Today, those acres are occupied by ball fields in Riverside Park. In the 1970s, Allen and his family harvested a variety of crops. In addition to pumpkins, Osborn said they had sold apples, Christmas trees and flowers during their respected season. The family made sure they were busy throughout the year. Osborn and her five boys helped in any way they could.
“When you grow up doing these things with your folks – I think that’s what happened to these guys – it kind of gets in your blood,” said Osborn. “They just liked to do that every year.”
Allen and his brothers had a lot of training, and dad made sure to work those boys’ asses off. Allen said half-jokingly, “He deprived us of our childhood.” But he also taught them how to work. After years of helping out the family, selling pumpkins just stuck with Allen. He enjoyed seeing the overjoyed looks on children’s faces as they traversed his Gordon Drive pumpkin patch or made their way through the corn mazes or pet the goats and chickens.
“That’s what it’s all about,” he said. “We used to do so much on Gordon Drive. I would sell apples, too. I’d sell a couple hundred bushels a year over there. I’d have a table this big – 4-feet wide and 10-feet long – plum full of pecks and half pecks a half bushels.”
Today, only one box of apples is available for customers to purchase. But there are plenty of pumpkins; before 2013, Allen wouldn’t have any left.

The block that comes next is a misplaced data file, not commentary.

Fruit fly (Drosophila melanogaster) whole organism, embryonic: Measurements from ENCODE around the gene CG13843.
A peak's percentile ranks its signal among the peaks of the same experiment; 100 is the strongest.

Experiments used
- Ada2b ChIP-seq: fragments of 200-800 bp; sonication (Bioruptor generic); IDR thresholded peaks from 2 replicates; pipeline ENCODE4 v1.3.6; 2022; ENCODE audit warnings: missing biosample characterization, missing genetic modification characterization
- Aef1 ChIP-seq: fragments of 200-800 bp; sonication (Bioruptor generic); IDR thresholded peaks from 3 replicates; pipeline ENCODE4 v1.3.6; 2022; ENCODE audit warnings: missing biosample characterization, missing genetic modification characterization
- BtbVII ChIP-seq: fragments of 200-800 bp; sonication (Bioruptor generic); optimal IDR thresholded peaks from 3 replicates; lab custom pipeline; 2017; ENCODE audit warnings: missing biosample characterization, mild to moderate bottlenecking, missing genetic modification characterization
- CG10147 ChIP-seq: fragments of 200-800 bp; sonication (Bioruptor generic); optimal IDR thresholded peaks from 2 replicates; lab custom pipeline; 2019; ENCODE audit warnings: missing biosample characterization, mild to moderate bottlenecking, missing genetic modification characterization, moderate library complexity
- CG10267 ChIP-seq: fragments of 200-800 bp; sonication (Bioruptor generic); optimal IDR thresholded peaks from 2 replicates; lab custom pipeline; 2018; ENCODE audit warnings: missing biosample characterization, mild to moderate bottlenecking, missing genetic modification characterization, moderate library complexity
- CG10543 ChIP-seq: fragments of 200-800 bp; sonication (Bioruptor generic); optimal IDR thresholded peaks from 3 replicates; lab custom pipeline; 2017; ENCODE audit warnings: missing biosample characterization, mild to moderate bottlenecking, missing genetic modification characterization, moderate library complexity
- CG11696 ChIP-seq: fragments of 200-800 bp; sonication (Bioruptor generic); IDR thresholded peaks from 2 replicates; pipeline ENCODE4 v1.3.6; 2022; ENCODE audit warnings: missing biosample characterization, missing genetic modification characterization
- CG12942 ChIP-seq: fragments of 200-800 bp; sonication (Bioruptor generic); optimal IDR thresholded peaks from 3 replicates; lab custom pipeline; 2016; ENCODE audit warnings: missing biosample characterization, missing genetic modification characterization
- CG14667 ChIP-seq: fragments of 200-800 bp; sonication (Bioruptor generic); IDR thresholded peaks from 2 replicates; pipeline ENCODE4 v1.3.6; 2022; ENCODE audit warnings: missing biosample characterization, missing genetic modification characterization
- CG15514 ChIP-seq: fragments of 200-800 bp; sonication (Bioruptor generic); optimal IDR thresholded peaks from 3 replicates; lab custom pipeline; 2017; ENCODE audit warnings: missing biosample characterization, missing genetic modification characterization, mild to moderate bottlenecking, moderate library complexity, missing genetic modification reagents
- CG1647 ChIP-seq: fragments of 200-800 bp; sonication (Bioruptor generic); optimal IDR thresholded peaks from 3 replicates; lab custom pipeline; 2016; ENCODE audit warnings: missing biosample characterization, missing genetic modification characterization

“I used to sell about a half-million pounds a year at Gordon Drive,” he said. "It's surprising how everything just gets forgotten and thrown away. It hasn't even been that long ago."
It goes without saying, but Allen misses his old Gordon Drive location. When leasing for the land switched hands, the asking price was too high. Forced to leave, Allen moved his business to Transit Avenue. Shortly after, he left the business. With less than a week until Halloween is over, Allen is already packing. The weather isn't letting up. His location is far from where he once was. And local media didn't seem to have strong enough interest to produce a story earlier in the month or in mid-September when Allen opened shop.
Even so, Allen is resilient. He's frustrated, yes, but this won't be his last Halloween. Perhaps Garden Market Pumpkin Patch/Pumpkin City can regain some of its old traction. Perhaps local media will take notice earlier. Perhaps Allen will find a different place to house his shop. Perhaps people will remember the pumpkin guy come next Halloween.
There's uncertainty. But next year there will be pumpkins to harvest, and then Allen is back to business.
“It’s a wicked business.”